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The Competitive Edge



By Monica Taliani

 

Dear Diary,

Today was amazing! I woke up to fresh coffee and bagels. I did some yoga and then got ready. I1 even wore my favorite shorts. I was so excited for today’s adventure…My local gun club was hosting its monthly match!

Not quite where you expected that to go, right?  But maybe it was if you frequent any number of the online forums and communities for shooters. A valuable, not to mention entertaining, tool that many competitive shooters use is a range diary.  Whether yours is a college ruled model with a lock and hearts dotting the i’s or you utilize an online format, this can be a technique that can prove helpful without ever stepping foot onto the range. All it costs is a little time or the money that goes into a notebook and a pink gel pen.

There are about as many philosophies on how to keep a range diary as there are spent nine cases after one of my practice sessions.  The biggest piece of advice when getting started is knowing what your goal is.

If you are not as worried about your quick acceleration to the top of the match results and are more of a “enjoy the ride there” kind of girl, doing a narrative style journal – just like a real diary- would be really effective. You can record your thoughts and adventures on the range for enjoyment later.  You might note if you like new equipment but you probably are not going to have pages of data tables and the outcomes of practice sessions.  If you choose this type of diary and want to share on it on a public forum it can be a wonderful way to not only meet shooters but to start conversations and ask questions. You will get a lot of feedback and should always try to sort out what answers make sense for you.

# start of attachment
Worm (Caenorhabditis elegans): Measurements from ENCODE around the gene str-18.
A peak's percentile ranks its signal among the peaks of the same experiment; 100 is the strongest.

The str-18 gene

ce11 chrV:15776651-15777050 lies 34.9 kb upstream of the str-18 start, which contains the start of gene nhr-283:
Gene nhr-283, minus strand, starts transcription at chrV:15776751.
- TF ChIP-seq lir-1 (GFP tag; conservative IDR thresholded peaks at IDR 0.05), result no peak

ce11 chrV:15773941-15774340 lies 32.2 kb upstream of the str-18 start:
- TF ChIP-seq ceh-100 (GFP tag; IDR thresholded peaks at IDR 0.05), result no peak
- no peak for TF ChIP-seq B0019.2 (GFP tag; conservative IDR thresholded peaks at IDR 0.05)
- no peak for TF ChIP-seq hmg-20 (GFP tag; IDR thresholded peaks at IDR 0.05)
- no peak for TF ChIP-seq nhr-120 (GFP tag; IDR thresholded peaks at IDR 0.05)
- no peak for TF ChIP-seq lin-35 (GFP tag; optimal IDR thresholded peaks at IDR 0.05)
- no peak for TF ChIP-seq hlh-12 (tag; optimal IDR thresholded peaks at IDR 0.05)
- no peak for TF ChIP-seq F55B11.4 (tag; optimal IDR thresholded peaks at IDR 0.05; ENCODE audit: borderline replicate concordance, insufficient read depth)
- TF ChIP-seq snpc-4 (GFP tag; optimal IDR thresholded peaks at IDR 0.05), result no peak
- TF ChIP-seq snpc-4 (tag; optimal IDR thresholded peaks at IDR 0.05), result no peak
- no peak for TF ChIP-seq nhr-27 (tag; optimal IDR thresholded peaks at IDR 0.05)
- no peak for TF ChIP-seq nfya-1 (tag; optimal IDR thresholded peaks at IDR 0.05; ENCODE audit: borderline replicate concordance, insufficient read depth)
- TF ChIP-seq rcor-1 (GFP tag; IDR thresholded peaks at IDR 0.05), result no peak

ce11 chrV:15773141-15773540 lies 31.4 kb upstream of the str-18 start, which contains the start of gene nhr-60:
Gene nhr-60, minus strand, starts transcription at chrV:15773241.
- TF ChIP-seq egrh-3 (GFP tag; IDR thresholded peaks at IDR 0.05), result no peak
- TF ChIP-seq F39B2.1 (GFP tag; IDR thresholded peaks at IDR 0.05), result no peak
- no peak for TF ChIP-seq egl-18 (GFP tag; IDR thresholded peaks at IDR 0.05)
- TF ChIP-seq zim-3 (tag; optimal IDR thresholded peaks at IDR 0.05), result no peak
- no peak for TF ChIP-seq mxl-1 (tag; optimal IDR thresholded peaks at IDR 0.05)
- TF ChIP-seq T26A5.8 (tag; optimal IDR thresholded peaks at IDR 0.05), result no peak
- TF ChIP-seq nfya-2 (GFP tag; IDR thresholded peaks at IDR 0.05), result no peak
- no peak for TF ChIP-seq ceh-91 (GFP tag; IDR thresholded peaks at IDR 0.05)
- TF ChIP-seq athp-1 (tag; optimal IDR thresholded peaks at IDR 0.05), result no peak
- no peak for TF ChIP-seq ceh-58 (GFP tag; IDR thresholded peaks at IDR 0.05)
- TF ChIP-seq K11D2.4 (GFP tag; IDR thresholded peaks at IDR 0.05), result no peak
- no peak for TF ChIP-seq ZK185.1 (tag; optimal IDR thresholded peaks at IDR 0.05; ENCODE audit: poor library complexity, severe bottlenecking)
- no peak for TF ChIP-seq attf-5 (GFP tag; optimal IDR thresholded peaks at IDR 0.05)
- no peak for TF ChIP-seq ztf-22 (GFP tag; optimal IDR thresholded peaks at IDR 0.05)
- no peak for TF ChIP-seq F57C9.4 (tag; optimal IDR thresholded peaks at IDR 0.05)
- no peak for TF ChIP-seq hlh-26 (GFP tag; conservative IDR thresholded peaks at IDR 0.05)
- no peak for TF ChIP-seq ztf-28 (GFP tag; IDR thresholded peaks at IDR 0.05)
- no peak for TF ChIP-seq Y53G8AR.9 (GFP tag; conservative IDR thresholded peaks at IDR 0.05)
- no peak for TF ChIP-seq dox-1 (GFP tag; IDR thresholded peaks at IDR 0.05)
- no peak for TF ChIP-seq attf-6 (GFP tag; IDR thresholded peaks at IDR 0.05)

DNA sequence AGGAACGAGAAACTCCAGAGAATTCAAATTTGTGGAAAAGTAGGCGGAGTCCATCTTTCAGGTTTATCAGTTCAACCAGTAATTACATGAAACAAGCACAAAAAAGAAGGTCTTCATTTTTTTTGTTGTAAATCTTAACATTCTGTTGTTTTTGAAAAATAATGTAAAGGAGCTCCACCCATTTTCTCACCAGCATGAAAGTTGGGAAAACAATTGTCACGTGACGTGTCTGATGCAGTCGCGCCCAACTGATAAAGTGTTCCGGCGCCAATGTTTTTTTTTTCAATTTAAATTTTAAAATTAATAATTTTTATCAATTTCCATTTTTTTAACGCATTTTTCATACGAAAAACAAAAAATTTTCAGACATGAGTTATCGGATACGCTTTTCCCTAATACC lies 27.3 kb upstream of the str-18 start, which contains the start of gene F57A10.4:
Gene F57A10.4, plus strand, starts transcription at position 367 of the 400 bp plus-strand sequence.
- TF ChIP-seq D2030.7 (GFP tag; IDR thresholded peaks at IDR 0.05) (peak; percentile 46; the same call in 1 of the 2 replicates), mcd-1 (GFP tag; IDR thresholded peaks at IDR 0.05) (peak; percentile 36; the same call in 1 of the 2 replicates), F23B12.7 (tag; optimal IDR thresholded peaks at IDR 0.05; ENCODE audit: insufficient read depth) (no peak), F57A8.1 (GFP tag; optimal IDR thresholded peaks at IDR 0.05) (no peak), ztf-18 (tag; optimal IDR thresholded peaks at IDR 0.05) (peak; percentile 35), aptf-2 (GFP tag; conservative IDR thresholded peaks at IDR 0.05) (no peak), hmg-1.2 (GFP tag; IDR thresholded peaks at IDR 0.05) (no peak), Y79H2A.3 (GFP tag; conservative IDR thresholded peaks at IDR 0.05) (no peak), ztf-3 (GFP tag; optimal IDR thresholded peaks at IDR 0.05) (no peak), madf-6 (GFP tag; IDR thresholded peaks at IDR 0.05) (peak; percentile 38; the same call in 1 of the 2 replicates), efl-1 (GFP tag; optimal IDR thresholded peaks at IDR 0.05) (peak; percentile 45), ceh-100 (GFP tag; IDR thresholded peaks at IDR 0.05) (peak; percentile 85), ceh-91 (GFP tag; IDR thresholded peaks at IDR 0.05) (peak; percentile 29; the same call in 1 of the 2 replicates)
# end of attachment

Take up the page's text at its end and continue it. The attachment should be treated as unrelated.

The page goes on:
If you are a die-hard results-driven type-A personality then doing a more data intensive range diary would suit your needs a little better.  This is the perfect place to record what drills you are doing for live and dry fire. You will be able to look back and see your progress and use the data to decide which methods have worked out f2or you in the past.  Narration and personality are not lost in this type of range diary. Reflection on your performance, strengths, and weaknesses will help round out the benefits of keeping records.  Without careful analysis of what you are doing all those numbers are for nothing.

If posting your thoughts for all the world to see is not your cup of tea, I highly recommend at least logging onto some of the online forums with an actual cup of tea for some light reading. Other shooters’ accounts of practice, successes, and mishaps are often entertaining, ranging from whimsical to statistical.  And it still feels just as satisfying as reading your sister’s diary did when you were a kid.

Until next time, stay safe and shoot straight! – Monica